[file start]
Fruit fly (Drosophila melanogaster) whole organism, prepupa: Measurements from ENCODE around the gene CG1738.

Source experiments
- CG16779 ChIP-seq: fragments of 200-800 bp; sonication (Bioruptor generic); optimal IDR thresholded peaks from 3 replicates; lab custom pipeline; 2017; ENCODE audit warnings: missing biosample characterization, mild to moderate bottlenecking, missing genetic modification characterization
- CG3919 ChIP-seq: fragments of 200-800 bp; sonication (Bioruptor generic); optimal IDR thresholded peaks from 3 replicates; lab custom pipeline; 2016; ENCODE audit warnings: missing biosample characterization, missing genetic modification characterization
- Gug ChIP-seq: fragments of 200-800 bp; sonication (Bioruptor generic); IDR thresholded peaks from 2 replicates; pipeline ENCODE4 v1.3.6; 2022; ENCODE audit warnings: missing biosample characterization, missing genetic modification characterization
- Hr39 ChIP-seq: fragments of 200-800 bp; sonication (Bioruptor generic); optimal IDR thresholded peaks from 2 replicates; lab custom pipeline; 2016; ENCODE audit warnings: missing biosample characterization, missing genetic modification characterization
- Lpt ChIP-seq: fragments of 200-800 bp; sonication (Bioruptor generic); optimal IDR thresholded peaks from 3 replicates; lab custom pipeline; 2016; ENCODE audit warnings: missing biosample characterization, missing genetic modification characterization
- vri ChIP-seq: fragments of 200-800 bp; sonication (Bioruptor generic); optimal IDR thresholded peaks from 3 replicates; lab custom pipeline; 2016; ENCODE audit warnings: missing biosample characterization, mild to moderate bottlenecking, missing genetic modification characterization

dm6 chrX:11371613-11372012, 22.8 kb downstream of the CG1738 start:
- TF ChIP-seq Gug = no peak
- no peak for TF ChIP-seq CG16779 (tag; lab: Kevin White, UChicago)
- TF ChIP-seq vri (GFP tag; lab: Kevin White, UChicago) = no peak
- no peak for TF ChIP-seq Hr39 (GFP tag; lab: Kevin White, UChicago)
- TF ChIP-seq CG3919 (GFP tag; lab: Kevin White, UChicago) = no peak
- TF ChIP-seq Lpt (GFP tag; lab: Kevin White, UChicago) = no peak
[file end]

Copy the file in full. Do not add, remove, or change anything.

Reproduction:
Fruit fly (Drosophila melanogaster) whole organism, prepupa: Measurements from ENCODE around the gene CG1738.

Source experiments
- CG16779 ChIP-seq: fragments of 200-800 bp; sonication (Bioruptor generic); optimal IDR thresholded peaks from 3 replicates; lab custom pipeline; 2017; ENCODE audit warnings: missing biosample characterization, mild to moderate bottlenecking, missing genetic modification characterization
- CG3919 ChIP-seq: fragments of 200-800 bp; sonication (Bioruptor generic); optimal IDR thresholded peaks from 3 replicates; lab custom pipeline; 2016; ENCODE audit warnings: missing biosample characterization, missing genetic modification characterization
- Gug ChIP-seq: fragments of 200-800 bp; sonication (Bioruptor generic); IDR thresholded peaks from 2 replicates; pipeline ENCODE4 v1.3.6; 2022; ENCODE audit warnings: missing biosample characterization, missing genetic modification characterization
- Hr39 ChIP-seq: fragments of 200-800 bp; sonication (Bioruptor generic); optimal IDR thresholded peaks from 2 replicates; lab custom pipeline; 2016; ENCODE audit warnings: missing biosample characterization, missing genetic modification characterization
- Lpt ChIP-seq: fragments of 200-800 bp; sonication (Bioruptor generic); optimal IDR thresholded peaks from 3 replicates; lab custom pipeline; 2016; ENCODE audit warnings: missing biosample characterization, missing genetic modification characterization
- vri ChIP-seq: fragments of 200-800 bp; sonication (Bioruptor generic); optimal IDR thresholded peaks from 3 replicates; lab custom pipeline; 2016; ENCODE audit warnings: missing biosample characterization, mild to moderate bottlenecking, missing genetic modification characterization

dm6 chrX:11371613-11372012, 22.8 kb downstream of the CG1738 start:
- TF ChIP-seq Gug = no peak
- no peak for TF ChIP-seq CG16779 (tag; lab: Kevin White, UChicago)
- TF ChIP-seq vri (GFP tag; lab: Kevin White, UChicago) = no peak
- no peak for TF ChIP-seq Hr39 (GFP tag; lab: Kevin White, UChicago)
- TF ChIP-seq CG3919 (GFP tag; lab: Kevin White, UChicago) = no peak
- TF ChIP-seq Lpt (GFP tag; lab: Kevin White, UChicago) = no peak